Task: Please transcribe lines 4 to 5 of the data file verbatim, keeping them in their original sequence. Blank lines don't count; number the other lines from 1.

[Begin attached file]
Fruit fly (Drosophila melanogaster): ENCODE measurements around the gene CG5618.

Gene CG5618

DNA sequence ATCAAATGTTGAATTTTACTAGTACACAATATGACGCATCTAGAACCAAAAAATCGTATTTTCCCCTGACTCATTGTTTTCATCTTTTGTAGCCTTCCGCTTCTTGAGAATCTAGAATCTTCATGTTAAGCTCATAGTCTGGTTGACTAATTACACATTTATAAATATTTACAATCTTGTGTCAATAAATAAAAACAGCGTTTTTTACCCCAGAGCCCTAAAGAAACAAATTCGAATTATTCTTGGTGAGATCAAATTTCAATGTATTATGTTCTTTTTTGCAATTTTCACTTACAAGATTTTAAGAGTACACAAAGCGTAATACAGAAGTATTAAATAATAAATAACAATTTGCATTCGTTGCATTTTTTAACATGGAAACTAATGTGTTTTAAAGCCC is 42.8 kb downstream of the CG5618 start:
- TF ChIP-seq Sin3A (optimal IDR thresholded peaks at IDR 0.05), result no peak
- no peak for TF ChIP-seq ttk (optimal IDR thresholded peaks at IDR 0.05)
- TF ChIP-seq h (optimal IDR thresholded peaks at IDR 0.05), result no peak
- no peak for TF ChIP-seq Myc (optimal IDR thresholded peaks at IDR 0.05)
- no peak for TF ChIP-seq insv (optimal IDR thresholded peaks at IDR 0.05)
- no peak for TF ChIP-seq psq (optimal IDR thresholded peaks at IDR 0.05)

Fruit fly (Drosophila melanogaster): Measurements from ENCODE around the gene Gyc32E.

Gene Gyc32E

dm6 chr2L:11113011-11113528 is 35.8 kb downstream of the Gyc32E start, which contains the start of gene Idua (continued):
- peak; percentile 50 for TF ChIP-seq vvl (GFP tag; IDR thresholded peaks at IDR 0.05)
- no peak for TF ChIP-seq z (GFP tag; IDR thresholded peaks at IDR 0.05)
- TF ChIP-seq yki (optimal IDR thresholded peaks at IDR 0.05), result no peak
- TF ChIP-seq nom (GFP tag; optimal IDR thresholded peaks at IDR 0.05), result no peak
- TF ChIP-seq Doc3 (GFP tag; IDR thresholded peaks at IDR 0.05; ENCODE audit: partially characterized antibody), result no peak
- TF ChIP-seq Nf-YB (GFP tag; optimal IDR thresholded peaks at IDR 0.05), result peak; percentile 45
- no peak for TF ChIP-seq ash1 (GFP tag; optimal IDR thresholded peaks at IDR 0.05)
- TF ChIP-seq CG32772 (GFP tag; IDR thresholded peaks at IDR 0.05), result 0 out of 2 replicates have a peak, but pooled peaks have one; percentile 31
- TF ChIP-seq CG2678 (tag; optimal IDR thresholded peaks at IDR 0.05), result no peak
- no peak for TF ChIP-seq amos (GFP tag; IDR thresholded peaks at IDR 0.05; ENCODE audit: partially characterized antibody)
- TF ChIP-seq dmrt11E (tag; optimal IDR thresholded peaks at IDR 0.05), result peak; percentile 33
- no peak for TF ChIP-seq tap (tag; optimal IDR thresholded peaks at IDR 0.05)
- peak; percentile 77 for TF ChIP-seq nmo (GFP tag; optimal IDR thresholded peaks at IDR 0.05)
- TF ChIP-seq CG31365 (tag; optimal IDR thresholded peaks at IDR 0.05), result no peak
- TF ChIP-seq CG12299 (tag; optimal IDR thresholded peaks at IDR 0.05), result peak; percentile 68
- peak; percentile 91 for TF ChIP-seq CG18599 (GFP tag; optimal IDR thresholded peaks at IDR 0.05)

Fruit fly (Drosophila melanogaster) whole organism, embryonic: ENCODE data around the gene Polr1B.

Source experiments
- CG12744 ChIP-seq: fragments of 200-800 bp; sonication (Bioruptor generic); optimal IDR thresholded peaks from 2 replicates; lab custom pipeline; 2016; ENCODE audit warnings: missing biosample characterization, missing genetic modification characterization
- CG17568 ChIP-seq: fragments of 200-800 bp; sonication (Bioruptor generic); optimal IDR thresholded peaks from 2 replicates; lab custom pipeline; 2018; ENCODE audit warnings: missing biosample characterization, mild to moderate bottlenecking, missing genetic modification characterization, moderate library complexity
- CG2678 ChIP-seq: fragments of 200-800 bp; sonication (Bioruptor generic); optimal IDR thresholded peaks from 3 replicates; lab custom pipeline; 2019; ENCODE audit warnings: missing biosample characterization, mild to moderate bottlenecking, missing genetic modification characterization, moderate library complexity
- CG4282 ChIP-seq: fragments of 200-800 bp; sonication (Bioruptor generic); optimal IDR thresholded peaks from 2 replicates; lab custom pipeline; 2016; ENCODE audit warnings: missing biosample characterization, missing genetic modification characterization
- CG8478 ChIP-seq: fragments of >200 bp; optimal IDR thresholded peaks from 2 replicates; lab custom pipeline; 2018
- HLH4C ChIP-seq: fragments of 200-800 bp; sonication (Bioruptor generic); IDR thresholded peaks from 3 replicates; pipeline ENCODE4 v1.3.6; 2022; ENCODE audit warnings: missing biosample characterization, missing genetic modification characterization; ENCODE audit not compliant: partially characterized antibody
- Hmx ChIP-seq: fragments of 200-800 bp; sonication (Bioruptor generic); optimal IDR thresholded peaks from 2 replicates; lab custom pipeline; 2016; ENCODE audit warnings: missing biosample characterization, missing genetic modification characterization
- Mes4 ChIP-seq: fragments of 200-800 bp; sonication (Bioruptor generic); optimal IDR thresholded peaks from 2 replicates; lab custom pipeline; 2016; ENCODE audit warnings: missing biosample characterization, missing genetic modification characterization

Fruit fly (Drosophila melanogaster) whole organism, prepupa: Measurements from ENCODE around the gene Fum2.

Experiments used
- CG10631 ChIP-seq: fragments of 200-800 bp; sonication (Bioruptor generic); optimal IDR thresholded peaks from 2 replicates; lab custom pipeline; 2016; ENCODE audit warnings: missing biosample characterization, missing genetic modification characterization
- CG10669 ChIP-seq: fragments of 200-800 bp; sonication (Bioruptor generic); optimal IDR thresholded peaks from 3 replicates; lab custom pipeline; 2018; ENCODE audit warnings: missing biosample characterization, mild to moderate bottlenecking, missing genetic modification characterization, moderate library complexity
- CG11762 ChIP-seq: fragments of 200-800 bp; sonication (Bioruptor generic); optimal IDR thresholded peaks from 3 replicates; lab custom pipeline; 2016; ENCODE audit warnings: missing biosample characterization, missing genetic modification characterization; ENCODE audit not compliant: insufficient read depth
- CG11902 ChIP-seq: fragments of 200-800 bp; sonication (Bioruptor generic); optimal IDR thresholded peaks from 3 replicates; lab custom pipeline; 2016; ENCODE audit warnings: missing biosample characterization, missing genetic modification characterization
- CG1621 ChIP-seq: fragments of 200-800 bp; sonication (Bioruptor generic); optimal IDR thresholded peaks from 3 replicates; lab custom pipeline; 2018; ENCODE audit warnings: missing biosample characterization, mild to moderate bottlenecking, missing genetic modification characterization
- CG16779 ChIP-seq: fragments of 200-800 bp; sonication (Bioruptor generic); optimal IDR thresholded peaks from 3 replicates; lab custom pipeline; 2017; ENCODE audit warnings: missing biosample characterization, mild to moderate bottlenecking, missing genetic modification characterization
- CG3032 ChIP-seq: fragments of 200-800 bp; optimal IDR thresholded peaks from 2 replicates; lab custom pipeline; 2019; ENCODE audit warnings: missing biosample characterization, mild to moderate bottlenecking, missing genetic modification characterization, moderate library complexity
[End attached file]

- TF ChIP-seq Sin3A (optimal IDR thresholded peaks at IDR 0.05), result no peak
- no peak for TF ChIP-seq ttk (optimal IDR thresholded peaks at IDR 0.05)